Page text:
By the time it is 9.00, we are feeling the weight of the day and our eyes start looking in the distance. It is time to get cozy in the sleeping bag, read a page of two on the iPhone/Kindle or enjoy a last minute coffee.  Sleep is quick to come and I believe not even an earthquake would rouse us. 

The new day will dawn as early at 4 am, but I won’t have to be up until 6. The glow of the Nite watch will tell me when it is time and I hate it already. Right after I am sitting up, the mat will need to be deflated and the sleeping back tucked in for the day. The change of night dress into walking gear is necessary before I exit the tent. Brushing teeth is next on the agenda, will be followed by dismantling tent, and arranging the luggage for loading. Then it’ll come to my favorite part, you guessed, breakfast. Janka thinks up the most delightful and nutritious items to get us going. And she’s sharp too- plates start coming to the table at 7 am, no later. A quick coffee follows. It is now time to fill up the water for the day, apply sunscreen and get the camels for loading. Loading takes about 20-25 minutes depending on how much cooperation we get and by the time it is 8, we are ready to take on a new day.

New day. Endless possibilities.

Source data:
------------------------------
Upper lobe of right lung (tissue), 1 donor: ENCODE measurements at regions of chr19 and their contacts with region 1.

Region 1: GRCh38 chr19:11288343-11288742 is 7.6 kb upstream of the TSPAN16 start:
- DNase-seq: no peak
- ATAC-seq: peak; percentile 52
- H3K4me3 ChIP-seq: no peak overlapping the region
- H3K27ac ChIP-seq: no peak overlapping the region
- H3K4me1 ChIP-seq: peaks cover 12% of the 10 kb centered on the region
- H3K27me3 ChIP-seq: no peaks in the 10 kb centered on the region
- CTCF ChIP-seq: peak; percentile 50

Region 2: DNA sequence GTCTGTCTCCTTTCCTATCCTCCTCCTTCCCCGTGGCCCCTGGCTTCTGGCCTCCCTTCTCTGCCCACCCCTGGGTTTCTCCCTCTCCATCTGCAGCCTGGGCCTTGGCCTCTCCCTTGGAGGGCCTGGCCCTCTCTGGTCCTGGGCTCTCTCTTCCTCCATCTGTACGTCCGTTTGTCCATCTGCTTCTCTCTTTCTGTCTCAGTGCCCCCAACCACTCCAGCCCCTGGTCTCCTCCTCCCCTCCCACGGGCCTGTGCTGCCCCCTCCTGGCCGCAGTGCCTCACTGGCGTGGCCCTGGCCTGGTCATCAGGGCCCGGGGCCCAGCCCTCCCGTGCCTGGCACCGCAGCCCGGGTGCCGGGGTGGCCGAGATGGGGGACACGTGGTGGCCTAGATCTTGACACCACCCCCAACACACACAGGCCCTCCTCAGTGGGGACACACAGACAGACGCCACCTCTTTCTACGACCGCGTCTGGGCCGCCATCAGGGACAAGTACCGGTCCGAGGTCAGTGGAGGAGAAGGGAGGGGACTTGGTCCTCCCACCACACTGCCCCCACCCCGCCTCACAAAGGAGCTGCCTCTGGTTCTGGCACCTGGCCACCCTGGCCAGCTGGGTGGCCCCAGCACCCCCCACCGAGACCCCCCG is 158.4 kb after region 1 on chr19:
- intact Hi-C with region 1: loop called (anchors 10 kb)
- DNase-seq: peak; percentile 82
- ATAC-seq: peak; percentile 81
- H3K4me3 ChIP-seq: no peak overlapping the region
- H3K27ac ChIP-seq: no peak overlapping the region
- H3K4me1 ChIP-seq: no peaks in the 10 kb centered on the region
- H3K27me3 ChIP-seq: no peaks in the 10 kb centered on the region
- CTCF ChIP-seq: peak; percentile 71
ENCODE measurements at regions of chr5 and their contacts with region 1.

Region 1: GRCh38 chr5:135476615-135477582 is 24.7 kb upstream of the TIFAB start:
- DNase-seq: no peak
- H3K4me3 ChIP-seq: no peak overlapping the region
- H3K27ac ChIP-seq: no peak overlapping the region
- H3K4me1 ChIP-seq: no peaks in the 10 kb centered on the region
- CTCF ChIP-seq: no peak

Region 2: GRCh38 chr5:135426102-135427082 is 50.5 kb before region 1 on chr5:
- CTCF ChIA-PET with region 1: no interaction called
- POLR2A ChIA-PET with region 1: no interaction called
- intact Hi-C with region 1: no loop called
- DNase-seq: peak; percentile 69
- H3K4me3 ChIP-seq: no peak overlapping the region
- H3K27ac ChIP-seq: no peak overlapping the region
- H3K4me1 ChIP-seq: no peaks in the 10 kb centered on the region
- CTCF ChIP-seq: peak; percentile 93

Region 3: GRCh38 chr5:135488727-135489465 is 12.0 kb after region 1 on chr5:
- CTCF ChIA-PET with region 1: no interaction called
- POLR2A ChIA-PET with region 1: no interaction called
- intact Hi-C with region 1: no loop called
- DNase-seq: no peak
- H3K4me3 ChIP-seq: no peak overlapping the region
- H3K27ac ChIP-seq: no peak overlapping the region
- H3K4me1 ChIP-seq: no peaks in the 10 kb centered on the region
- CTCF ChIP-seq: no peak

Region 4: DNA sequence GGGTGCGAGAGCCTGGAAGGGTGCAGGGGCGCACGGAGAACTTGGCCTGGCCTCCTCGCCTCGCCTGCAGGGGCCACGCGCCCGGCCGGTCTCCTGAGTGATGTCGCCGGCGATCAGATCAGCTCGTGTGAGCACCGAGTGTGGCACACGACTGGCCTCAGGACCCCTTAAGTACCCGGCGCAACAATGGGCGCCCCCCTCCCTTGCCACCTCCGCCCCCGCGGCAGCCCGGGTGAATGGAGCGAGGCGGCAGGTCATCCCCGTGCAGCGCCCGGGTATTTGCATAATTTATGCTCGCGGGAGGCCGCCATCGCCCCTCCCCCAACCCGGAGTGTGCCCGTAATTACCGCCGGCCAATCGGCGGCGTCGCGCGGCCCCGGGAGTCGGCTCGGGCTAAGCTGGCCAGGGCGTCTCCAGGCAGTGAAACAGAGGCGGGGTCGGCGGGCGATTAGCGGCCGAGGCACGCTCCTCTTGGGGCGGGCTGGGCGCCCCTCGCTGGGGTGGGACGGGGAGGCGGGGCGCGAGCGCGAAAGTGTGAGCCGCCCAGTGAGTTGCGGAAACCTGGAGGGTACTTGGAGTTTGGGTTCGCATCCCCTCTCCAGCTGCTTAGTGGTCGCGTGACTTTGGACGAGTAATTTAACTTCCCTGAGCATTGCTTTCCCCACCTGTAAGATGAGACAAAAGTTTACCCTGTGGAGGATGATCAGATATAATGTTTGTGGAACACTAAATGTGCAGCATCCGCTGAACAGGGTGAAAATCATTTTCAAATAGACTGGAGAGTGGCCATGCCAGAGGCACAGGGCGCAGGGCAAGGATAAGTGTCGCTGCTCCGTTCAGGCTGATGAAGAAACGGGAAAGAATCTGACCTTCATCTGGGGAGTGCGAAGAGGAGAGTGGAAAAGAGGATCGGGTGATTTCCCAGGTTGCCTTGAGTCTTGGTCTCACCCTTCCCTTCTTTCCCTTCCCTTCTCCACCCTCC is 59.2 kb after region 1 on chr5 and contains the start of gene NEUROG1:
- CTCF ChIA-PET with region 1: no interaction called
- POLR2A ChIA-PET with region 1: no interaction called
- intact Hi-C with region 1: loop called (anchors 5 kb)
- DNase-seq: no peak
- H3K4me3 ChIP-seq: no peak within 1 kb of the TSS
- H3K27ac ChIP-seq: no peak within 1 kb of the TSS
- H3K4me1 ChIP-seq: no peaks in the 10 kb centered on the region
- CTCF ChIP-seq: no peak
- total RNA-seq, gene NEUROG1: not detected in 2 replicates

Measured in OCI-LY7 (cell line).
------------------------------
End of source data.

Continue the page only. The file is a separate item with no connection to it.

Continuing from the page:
Thursday, July 07, 2011

Our ships of the desert


Besides the homo sapiens on our team, we each had an animal counterpart in one double humped Bactrian camel. Like the humans though, they came with colorful and varied personalities and abilities. 

It was the first time for all of us at handling camels. Agii, Albekh, Janka and Wantok were the only folks who had lived and breathed camels all their lives.

On the eve of day one, we met them all from a distance. At the camp by the lakeside they were lined up and roped to a common line. There was even a calf running around in the camp. As far as I know, our team was all males so the calf was probably only a temporary attraction. It was strange to see the small one gallop around and imagine him as a big fully grown camel one day. They really are huge. The family which owned the camels had come to say hello and see which crazy people would now own their livestock.

Faraz was encouraged by the townsfolk who had gathered to greet us to climb and ride a camel. He tried unsuccessfully to get on one thrice. Much to the amusement of everyone, especially the kids, he was thrown off each time.